Analysis: How far will unbundling reach?

Not as far as people's houses if the current state of the market is anything to go by
Written by Jane Wakefield, Contributor

Not as far as people's houses if the current state of the market is anything to go by

Unbundling of the local loop is a phrase that does not exactly roll off the tongue but some are questioning now if it can roll out at all, with all but a small handful of operators withdrawn from the process and those that remain left arguing that costs are prohibitive.

An unbundled local loop would provide much needed competition to BT in the crucial last mile of copper into houses and businesses, but there are serious questionmarks over whether that is achievable given that BT will have to be so crucially involved in all decision-making, effectively overseeing its own downfall.

The crucial question is whether there can now be any serious competition to BT given that so many firms dropping out of the process: out of the original 35 players only a handful are left. Telecoms watchdog Oftel, which came up with the idea of unbundling and has been charged with organising the process, won't give numbers. It won't give a list of the original players and it won't give a list of who is left. "We have been asked by the companies themselves not to divulge that information," an Oftel spokeswoman explained.

ZDNet's own quick survey of a few of the companies still involved in rolling out services via broadband reveals that there is unlikely to be a product for the consumer mass market. Atlantic Telecom is planning to launch business services in Manchester but is hedging its bets on farther outlay. "No-one knows what will happen when local loop unbundling is finished," said an Atlantic Telecom spokeswoman. "We have a finite amount of cash and will wait and see how we get on in Manchester."

Fibernet is planning to develop a nationwide service but it will again have a specific niche -- for ISPs and SMEs (Small and Medium-sized Enterprise). According to Fibernet's Nigel Pitcher the firm only needs to take services from around 220 of the planned 5,000 unbundled exchanges, starting with Leeds, Bristol and Warrington in the next four months.

Both Fibernet and business telco Redstone have circumvented the knotty and expensive problem of how to get equipment inside BT's exchanges by opting instead for distance co-location -- basically putting equipment as near the exchange as possible in any building or street cabinet that will have them. For Energis, one of the more vocal critics of the unbundling process, this is not an option. With ADSL already suffering from a short (3km) range, moving even farther away will mean even worse quality of services.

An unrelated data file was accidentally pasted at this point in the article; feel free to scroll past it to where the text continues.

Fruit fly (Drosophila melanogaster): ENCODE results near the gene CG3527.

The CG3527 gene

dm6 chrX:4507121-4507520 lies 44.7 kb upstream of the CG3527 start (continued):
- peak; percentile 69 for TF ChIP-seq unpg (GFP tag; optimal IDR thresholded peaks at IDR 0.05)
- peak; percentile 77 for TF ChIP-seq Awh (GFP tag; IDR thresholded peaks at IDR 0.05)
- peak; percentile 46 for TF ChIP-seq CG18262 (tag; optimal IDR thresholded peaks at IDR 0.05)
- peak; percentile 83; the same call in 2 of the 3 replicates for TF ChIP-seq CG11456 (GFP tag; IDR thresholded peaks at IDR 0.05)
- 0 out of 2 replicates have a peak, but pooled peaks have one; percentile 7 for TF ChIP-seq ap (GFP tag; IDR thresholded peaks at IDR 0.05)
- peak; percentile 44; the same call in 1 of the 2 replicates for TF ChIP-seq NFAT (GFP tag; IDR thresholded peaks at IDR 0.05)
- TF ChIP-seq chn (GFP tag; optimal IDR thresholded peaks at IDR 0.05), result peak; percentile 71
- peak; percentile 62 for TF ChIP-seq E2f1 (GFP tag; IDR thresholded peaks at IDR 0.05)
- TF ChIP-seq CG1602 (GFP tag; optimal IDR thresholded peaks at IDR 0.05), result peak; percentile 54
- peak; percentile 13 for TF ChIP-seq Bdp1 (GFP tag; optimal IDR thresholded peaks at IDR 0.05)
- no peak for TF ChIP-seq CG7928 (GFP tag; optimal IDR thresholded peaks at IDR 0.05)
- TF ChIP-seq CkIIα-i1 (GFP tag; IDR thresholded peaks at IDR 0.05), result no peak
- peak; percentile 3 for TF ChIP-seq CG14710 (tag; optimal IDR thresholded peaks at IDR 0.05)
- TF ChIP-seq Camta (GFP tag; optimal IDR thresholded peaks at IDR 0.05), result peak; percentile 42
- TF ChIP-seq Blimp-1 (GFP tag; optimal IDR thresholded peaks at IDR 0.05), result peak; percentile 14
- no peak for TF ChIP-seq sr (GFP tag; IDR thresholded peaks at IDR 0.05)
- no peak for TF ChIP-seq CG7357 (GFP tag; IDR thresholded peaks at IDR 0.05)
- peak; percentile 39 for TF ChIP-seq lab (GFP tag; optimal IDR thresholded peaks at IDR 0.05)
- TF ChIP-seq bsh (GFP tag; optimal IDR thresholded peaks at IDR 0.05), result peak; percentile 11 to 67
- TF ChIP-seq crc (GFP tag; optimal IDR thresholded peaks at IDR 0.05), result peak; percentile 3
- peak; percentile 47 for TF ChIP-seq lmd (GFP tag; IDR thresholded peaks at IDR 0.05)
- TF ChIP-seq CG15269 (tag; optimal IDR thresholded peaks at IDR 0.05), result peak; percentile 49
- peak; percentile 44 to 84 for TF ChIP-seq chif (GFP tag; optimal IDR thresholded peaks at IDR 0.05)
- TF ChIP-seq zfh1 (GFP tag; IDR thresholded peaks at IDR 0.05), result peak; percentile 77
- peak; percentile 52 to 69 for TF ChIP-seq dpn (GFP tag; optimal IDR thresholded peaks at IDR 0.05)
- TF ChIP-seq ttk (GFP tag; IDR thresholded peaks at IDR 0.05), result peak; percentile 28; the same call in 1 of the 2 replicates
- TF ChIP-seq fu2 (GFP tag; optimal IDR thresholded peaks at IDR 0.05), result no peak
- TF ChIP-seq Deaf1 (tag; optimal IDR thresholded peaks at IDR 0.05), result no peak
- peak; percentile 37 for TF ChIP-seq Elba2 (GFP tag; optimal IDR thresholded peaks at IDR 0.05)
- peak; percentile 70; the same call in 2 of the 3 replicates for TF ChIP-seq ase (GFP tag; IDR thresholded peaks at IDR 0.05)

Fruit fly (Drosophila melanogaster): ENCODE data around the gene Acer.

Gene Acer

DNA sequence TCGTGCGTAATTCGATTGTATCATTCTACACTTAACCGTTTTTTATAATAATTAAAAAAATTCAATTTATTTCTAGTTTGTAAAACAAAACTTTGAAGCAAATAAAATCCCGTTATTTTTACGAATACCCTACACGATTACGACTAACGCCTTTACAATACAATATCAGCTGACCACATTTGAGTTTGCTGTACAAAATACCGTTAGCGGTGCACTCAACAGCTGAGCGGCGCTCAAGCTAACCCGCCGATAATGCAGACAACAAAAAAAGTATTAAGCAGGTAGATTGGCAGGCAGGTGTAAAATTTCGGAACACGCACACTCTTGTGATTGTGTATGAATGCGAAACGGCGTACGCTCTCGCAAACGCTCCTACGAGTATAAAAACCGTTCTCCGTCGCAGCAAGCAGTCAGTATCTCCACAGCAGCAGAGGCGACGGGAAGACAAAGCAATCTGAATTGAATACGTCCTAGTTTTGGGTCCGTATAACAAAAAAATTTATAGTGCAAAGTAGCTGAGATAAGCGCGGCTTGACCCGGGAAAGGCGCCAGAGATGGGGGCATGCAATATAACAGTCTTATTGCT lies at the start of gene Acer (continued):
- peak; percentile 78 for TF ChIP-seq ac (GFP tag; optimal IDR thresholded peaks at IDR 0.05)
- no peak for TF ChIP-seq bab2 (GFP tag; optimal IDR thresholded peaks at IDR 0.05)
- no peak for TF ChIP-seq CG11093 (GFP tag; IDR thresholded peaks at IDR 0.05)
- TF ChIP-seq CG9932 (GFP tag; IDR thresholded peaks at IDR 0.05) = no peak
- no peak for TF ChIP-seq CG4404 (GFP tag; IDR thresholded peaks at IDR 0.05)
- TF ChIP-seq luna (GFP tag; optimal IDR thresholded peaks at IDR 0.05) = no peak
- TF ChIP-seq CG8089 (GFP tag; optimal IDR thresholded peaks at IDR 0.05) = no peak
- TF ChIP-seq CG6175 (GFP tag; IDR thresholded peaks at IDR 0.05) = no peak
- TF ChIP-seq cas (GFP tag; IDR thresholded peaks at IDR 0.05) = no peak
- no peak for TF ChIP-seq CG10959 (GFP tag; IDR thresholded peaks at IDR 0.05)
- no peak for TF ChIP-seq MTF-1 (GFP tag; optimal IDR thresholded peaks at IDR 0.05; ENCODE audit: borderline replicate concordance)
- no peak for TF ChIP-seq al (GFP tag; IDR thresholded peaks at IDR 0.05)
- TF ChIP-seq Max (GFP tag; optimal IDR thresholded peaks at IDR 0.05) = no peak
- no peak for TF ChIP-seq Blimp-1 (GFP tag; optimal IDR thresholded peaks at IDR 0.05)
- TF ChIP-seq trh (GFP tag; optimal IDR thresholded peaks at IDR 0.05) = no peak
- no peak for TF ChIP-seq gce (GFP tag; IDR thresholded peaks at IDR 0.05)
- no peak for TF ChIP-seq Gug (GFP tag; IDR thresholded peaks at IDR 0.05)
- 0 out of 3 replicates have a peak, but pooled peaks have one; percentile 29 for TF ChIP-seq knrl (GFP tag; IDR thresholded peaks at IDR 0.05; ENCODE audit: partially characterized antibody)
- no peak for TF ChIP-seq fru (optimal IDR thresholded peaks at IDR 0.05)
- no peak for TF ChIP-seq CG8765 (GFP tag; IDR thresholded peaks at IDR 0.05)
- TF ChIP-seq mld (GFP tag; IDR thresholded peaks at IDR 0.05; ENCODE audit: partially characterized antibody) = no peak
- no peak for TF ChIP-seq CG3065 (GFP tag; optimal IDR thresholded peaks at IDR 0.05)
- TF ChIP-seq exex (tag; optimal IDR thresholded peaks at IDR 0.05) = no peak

Oftel and the government insist that when it comes to unbundling smaller is better, as the fewer number of operators there are involved in the process, the better chance they stand of getting into the exchange they want. However Energis claims that, because of the lack of interest, it will now cost each operator £150,000 just to set up in each exchange, a cost which has left it looking at alternatives to unbundling such as leased lines and wholesale products.

BT admits that costs will be higher the fewer operators are involved but insists that it has to cover its overheads. Meanwhile a fresh row is brewing over the availability of wholesale products, which Energis argues are three times as high as they should be. With disputes over where in the network operators can connect to services, it looks set to become the broadband equivalent of the Friaco dispute, which eventually saw operators offered a full end to end unmetered narrowband product.

While the Friaco victory suggests operators may eventually get their own way over wholesale, the future of unbundling is less certain. What is clear is that the process is unlikely to be the broadband panacea once hoped and for the conceivable future will serve the business market rather than consumers.

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